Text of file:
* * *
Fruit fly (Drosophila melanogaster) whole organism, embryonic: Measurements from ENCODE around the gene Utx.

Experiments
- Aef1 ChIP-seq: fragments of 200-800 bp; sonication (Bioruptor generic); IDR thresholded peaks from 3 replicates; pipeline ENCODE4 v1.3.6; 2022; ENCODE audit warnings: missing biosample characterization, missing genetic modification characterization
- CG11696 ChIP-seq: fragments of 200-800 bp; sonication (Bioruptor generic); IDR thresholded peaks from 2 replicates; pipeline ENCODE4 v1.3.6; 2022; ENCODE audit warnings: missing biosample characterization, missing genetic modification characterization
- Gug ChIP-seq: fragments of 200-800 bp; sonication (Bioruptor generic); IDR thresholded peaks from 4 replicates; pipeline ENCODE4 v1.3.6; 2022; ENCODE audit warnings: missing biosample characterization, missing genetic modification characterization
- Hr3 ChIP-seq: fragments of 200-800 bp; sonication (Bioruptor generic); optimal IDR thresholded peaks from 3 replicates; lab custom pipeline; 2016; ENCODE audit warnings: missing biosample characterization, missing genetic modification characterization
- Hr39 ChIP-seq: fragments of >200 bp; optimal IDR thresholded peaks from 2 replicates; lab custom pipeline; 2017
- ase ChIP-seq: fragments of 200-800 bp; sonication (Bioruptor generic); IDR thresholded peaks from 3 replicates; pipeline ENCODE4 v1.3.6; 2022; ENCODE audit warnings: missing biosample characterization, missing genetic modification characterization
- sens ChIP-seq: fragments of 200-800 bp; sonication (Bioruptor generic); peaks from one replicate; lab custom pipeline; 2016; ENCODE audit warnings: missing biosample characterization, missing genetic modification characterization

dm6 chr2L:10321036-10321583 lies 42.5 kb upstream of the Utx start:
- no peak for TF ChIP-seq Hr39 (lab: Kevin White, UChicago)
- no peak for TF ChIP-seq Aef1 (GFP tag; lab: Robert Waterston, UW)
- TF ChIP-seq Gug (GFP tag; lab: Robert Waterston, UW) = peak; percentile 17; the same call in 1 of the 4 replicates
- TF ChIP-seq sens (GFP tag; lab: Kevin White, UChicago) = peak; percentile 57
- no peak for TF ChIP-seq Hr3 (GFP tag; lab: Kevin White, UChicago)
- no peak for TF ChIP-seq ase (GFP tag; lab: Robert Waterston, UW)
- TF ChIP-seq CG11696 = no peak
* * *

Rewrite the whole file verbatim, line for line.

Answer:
Fruit fly (Drosophila melanogaster) whole organism, embryonic: Measurements from ENCODE around the gene Utx.

Experiments
- Aef1 ChIP-seq: fragments of 200-800 bp; sonication (Bioruptor generic); IDR thresholded peaks from 3 replicates; pipeline ENCODE4 v1.3.6; 2022; ENCODE audit warnings: missing biosample characterization, missing genetic modification characterization
- CG11696 ChIP-seq: fragments of 200-800 bp; sonication (Bioruptor generic); IDR thresholded peaks from 2 replicates; pipeline ENCODE4 v1.3.6; 2022; ENCODE audit warnings: missing biosample characterization, missing genetic modification characterization
- Gug ChIP-seq: fragments of 200-800 bp; sonication (Bioruptor generic); IDR thresholded peaks from 4 replicates; pipeline ENCODE4 v1.3.6; 2022; ENCODE audit warnings: missing biosample characterization, missing genetic modification characterization
- Hr3 ChIP-seq: fragments of 200-800 bp; sonication (Bioruptor generic); optimal IDR thresholded peaks from 3 replicates; lab custom pipeline; 2016; ENCODE audit warnings: missing biosample characterization, missing genetic modification characterization
- Hr39 ChIP-seq: fragments of >200 bp; optimal IDR thresholded peaks from 2 replicates; lab custom pipeline; 2017
- ase ChIP-seq: fragments of 200-800 bp; sonication (Bioruptor generic); IDR thresholded peaks from 3 replicates; pipeline ENCODE4 v1.3.6; 2022; ENCODE audit warnings: missing biosample characterization, missing genetic modification characterization
- sens ChIP-seq: fragments of 200-800 bp; sonication (Bioruptor generic); peaks from one replicate; lab custom pipeline; 2016; ENCODE audit warnings: missing biosample characterization, missing genetic modification characterization

dm6 chr2L:10321036-10321583 lies 42.5 kb upstream of the Utx start:
- no peak for TF ChIP-seq Hr39 (lab: Kevin White, UChicago)
- no peak for TF ChIP-seq Aef1 (GFP tag; lab: Robert Waterston, UW)
- TF ChIP-seq Gug (GFP tag; lab: Robert Waterston, UW) = peak; percentile 17; the same call in 1 of the 4 replicates
- TF ChIP-seq sens (GFP tag; lab: Kevin White, UChicago) = peak; percentile 57
- no peak for TF ChIP-seq Hr3 (GFP tag; lab: Kevin White, UChicago)
- no peak for TF ChIP-seq ase (GFP tag; lab: Robert Waterston, UW)
- TF ChIP-seq CG11696 = no peak